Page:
There has also been plenty of family time, including 30-mile bike rides with wife Sharon near their Cornwall home and an unlikely foray into social media via a Twitter account that has built a following of more than 200,000 in just four months. More of that later.
For now, a tour that will visit many of his managerial career stop-offs — including Sheffield, Cardiff, Huddersfield, Middlesbrough, Plymouth and Scarborough — is occupying his mind.
“I’ve always wanted to talk about stories that previously I’ve not been able to,” says Warnock, whose eight promotions as a manager are a record for English football. “About Arsene Wenger, Sir Alex Ferguson and Brian Clough when I was at Notts County. It will be nice to share them. A chance to put a few things to bed as well.
“It also means people can now ask the quiz question, ‘What have Neil Warnock and The Beatles got in common?’. We’ve both sold out City Hall in Sheffield! That was the place to be when I was a teenager and in my early twenties. I went to all the dances on a Saturday night.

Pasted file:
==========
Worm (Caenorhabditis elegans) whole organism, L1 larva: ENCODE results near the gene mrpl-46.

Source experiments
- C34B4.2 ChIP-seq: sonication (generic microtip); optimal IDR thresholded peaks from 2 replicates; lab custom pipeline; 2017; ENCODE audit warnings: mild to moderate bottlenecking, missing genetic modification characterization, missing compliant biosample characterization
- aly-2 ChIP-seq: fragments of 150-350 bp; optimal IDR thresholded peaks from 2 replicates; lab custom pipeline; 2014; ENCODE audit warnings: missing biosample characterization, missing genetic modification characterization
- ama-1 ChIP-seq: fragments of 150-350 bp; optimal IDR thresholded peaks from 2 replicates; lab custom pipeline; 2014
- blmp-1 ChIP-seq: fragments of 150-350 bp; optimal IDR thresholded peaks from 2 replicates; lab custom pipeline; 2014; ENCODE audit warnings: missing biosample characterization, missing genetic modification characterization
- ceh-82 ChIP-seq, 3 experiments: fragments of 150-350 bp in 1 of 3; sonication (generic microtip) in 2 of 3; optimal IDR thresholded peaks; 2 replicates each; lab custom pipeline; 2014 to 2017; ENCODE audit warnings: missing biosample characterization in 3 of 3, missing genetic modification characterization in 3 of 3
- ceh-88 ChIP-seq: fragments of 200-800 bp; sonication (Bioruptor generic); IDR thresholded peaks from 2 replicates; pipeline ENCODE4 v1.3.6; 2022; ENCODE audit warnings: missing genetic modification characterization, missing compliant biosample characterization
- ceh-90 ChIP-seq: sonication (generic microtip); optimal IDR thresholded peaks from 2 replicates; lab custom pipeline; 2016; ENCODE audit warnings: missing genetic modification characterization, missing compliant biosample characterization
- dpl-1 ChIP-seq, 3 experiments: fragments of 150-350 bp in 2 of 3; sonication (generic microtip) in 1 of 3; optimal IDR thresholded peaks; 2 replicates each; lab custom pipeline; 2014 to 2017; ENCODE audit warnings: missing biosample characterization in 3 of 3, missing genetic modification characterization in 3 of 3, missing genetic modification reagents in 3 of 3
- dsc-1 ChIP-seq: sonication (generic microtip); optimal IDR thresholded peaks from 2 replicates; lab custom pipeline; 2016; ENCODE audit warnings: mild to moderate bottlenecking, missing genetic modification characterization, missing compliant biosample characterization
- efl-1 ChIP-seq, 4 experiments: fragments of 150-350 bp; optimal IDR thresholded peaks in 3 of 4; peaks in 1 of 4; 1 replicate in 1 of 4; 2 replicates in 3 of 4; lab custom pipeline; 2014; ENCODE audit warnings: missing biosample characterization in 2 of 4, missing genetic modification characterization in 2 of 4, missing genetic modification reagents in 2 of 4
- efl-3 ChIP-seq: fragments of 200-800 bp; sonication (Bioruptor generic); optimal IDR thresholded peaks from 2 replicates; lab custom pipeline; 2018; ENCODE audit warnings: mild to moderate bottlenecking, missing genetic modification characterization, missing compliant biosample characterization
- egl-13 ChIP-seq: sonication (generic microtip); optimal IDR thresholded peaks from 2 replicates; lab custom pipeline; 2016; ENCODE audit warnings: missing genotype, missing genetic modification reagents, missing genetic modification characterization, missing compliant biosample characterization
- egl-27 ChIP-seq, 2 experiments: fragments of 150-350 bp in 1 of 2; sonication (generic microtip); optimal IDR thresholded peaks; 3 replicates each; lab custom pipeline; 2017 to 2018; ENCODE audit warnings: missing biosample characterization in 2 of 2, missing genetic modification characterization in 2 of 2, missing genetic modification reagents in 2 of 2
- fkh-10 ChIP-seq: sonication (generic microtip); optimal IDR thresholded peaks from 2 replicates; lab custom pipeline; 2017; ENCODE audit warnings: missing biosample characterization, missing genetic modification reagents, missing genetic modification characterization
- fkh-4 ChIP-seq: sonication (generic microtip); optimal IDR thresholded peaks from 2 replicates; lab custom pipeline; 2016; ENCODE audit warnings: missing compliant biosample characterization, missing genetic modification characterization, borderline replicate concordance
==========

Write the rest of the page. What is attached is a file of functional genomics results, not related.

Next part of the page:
“The timing is right, too. COVID was tough for everyone. I know how hard I worked at Middlesbrough to keep everyone happy behind the scenes. And keep the fans informed.
“Now it’s over, people want to have fun. They want to go to the theatre. And I want to give them a proper night out.”
Even those fans at Bristol City and a few other clubs who still love to hate one of football’s great pantomime villains?
“Of course,” he chuckles. “Even those who I’ve said in the past should boo me when I’m gone. Though I would like to put right that comment. I don’t want everyone, up and down the country, chanting that I’m a wanker. Just Ashton Gate.”
Cardiff, Monday afternoon. Warnock is taking a stroll around a city whose football club he managed for a little over three years.